A SAMPLING OF PRIOR ENGAGEMENTS
Jewish Center of the Hamptons, East Hampton, NY
University of Lisbon, Portugal
University of Antwerp, Belgium
Jewish Community of Singapore
Dona Gracia Museum, Tiberias, Israel
Jewish Genealogical Society, London
Various groups, Tel Aviv, Israel
Jewish Fed. W. Palm Beach, FL
Hadassah National Convention
Google HQ, San Jose, CA
Temple Israel, Alameda, CA
Westchester Jewish Center, NY
Barnard College, NYC, NY
Hofstra U, Hempstead, Long Island, NY
Larchmont Temple, Larchmont, NY
VBS School, Los Angeles, CA
JCC's, Commack, NY
JCC's, Stamford, CT
Learning in Retirement, Stamford, CT
West Side JCC's, NY. NY
Maimonides Society, Richmond, VA
Various synagogues, Westport, CT
Wellesley College, Wellesley, MA
Center for Jewish History, NYC
JCC's, Albany, NY
Temple Emmanuel, NY, NY
Elderhostel, Falls Village, CT
Connecticut Press Club
CAJE and NewCAJE for teachers
Society for Crypto-Judaic Studies
Rodof Shalom, Falls Church, VA
Cong. B'nai Zion, El Paso, TX
Great Neck Public Library, NY
Israel Cong., Manchester, VT
Gomez Mill House, Marlboro, NY
Meadowbrook Women's Initiative, Levittown, N.Y.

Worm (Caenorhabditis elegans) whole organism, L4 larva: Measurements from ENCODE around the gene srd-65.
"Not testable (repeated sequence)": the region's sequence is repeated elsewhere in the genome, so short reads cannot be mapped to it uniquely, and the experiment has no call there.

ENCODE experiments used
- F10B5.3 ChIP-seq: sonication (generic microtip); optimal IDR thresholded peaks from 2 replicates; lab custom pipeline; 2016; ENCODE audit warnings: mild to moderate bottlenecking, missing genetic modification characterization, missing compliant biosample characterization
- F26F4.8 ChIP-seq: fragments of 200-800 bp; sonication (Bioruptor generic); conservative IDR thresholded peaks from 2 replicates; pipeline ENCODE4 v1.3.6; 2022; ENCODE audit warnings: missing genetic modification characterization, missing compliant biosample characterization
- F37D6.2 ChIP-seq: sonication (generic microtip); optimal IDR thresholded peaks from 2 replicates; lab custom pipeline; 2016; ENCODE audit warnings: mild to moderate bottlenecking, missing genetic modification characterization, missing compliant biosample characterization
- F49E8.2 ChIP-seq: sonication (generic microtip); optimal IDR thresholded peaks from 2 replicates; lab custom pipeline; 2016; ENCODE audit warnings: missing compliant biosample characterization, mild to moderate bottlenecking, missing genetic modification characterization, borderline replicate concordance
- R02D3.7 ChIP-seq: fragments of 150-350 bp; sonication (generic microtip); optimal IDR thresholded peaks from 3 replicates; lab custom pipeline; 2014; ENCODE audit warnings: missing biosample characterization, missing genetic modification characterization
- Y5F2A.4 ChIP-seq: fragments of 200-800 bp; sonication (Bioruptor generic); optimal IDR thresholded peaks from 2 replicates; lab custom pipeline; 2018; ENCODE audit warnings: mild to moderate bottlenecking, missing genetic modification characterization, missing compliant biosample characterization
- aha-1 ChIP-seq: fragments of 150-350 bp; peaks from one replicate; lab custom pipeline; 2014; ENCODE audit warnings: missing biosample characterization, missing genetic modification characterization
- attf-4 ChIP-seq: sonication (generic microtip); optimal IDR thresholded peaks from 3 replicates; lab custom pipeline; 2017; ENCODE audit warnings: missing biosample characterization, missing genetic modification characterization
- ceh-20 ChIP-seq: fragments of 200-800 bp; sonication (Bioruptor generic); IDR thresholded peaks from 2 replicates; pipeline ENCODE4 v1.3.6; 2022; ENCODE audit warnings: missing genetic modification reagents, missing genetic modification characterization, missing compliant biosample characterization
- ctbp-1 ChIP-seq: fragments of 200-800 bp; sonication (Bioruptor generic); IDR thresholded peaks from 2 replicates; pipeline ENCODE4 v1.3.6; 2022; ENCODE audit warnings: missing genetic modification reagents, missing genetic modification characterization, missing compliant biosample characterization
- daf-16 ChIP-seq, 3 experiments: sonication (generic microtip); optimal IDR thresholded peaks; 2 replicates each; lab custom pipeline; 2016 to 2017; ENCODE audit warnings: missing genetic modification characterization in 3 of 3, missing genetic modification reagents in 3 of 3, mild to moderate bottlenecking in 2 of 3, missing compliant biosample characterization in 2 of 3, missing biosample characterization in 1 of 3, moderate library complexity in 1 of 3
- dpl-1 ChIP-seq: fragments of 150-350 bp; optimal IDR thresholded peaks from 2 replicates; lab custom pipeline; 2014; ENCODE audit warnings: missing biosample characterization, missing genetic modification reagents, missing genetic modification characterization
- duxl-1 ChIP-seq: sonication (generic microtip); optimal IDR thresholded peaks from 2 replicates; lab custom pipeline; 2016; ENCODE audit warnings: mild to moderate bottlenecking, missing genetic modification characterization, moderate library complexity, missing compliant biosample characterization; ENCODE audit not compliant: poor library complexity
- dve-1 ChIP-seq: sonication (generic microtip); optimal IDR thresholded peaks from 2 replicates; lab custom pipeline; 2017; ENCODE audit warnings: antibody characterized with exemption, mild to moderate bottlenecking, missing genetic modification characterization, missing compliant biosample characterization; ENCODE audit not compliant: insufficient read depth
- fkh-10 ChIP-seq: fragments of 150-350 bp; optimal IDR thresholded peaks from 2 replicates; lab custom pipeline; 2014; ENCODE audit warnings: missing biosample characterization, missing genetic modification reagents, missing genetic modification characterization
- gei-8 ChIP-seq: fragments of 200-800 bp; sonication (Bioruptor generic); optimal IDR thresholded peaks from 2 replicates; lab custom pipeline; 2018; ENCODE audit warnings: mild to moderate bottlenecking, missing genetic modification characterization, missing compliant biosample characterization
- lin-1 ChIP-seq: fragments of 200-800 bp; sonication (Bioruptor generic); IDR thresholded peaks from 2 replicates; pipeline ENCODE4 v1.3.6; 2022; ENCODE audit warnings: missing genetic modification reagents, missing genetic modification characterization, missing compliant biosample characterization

Barnes & Noble (various)
Public Libraries (various)
Book Groups (various)
A Sampling of Possible Lecture Topics
*These topics have evolved from various research projects for articles and books.
1. Food in the History of the Jews: From ancient times to the present day, Jews have always enjoyed their particular cuisine, whether kosher or not. Think rye bread, pastrami, bagels and (in certain Mediterranean countries) a passion for eggplant dishes. It was so distinctive that during the time of the Inquisition a family’s culinary habits became a telltale way to reveal a secret Jew. Why was this so? How did the idea of “Jewish food” develop?
2. From Blood Libel to Balfour Declaration: the remarkable history of the Jews of England that includes insights into Jewish commerce through the ages.
3. The History and Culture of the Jews of Persia (Iran). Jews have been in Persia/Iran since biblical times. Why were they so prominent in the Persian Empire? What was their changing role in society? How were they treated over the ages? Why did most of them leave when the Shah was deposed in 1979? How have they fared in modern times in the U.S? Offered as a lecture or mini-course.